If you do any work with analogue signals at frequencies above the most basic audio, it’s probable that somewhere you’ll have a box of coax adaptors. You’ll need them, because the chances are your bench will feature instruments, devices, and modules with a bewildering variety of connectors. In making all these disparate devices talk to each other you probably have a guilty past: at some time you will have created an unholy monster of a coax interface by tying several adaptors together to achieve your desired combination of input and output connector. Don’t worry, your secret is safe with me.
Fancy measurement gear is often expensive to buy, but some bits of kit are entirely DIY’able if you’re willing to put a little work into the project. [Christer Weinigel] needed to get some measurements of a differential clock signal that was ticking away around 500 MHz. El-cheapo probes aren’t going to cut it here. They won’t have the bandwidth and most off-the-rack probes are single-ended, that is they’re referenced to ground. [Christer] needed the difference between two balanced signals, neither of which is grounded. In short, [Christer] needed a high-frequency active differential oscilloscope probe, and they’re not cheap. So he built one himself.
The circuit in the probe is really just an instrumentation amplifier design with a modified input stage and a 50 ohm output impedance. (See this article on in-amps if you need to brush up.) With higher frequencies like this, it’s going to be demanding on the op-amp, so [Christer] spent some time simulating the circuit to make sure it would work with his chosen part. Then he made up a bunch of PCB designs and had them made. Actual results matched fairly well with the simulation.
With some minor tweaking on the input damping resistors, he got a tool that’s dead flat up to 300 MHz, and totally usable up to 850 MHz. If you tried to buy one of these, it’d set you back the cost of a few hundred lattes, but this one can be made for the price of one or two if you get the PCBs done cheaply. Of course, the design files are available for your own use. Kudos [Christer].
Edit: By total coincidence, Bil Herd just posted a video intro to differential signals. Go check it out.
And thanks to [nebk] for the tip!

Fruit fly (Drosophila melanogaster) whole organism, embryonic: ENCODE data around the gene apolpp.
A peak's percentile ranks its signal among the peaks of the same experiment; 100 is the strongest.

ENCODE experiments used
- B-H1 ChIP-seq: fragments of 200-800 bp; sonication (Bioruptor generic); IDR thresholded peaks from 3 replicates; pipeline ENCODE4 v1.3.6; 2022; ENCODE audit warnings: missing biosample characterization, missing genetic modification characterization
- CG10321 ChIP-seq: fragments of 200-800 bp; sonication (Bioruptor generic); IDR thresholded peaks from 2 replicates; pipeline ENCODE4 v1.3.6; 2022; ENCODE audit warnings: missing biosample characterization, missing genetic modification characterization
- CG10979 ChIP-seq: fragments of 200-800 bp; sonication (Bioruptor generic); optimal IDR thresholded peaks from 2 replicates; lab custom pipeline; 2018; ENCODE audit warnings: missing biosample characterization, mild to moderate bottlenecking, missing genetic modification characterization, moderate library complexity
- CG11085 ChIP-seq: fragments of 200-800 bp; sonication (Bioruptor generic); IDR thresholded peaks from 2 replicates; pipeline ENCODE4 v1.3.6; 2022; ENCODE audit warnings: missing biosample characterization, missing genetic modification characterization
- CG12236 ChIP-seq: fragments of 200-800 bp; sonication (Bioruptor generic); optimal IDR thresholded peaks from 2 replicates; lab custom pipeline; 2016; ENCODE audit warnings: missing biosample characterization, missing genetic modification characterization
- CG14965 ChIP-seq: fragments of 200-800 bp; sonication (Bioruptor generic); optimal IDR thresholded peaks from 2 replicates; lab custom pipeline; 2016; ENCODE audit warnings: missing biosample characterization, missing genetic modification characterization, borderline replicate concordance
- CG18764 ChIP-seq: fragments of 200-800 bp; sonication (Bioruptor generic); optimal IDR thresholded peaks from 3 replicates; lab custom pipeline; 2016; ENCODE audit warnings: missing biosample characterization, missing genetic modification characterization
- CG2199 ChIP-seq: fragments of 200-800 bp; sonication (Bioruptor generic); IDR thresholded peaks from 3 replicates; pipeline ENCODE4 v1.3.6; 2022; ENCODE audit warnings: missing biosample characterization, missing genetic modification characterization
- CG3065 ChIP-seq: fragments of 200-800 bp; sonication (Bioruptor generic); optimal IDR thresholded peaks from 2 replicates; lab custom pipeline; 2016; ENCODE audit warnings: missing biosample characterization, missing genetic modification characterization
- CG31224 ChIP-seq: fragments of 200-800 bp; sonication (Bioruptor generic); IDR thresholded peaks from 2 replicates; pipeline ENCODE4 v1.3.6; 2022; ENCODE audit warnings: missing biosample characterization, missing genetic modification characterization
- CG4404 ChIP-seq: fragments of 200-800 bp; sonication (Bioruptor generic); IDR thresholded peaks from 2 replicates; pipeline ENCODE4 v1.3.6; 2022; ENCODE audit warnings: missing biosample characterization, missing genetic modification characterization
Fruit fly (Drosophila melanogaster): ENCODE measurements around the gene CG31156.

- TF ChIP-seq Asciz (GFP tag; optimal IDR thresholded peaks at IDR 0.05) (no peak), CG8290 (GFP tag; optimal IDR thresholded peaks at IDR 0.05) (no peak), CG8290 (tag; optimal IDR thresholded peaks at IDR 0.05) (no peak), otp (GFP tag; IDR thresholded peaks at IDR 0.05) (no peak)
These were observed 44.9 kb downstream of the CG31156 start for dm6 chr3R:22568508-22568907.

Intel have a developer board that is new to the market, based on their Quark (formerly “Mint Valley”) D2000 low-power x86 microcontroller. This is a micropower 32-bit processor running at 32MHz, and with 32kB of Flash and 8kB of RAM. It’s roughly equivalent to a Pentium-class processor without the x87 FPU, and it has the usual impressive array of built-in microcontroller peripherals and I/O choices.
The board has an Arduino-compatible shield footprint, an FTDI chip for USB connectivity, a compass, acceleration, and temperature sensor chip, and a coin cell holder with micropower switching regulator. Intel provide their own System Studio For Microcontrollers dev environment, based around the familiar Eclipse IDE.
Best of all is the price, under $15 from an assortment of the usual large electronics wholesalers.
This board joins a throng of others in the low-cost microcontroller development board space, each of which will have attributes that its manufacturers will hope make it stand out. Facing such competition the Intel board will have to be something rather special to achieve that aim, so why should it excite your interest? We would point to the low price, the x86 code if that is your flavour of choice, and the relatively tiny power consumption.
Stepping back from the dev board for a moment, consider this processor as an illustration of technological progress in semiconductor fabrication. Over twenty years ago this chip’s Pentium ancestor ran on 5 volts and got so hot you could fry an egg on it, here is a Pentium that can run on a few milliwatts from a coin cell. Fortunately you won’t be running Windows 95 on it though.
We’re sure we’ll see plenty of projects here in the future using the Quark. Intel’s previous effort in this space, the Edison, has made several appearances. We’ve covered its launch in 2014, looked at someone running Doom on it, and examined its use with audio effects.
Thanks [Nolan M] for the tip.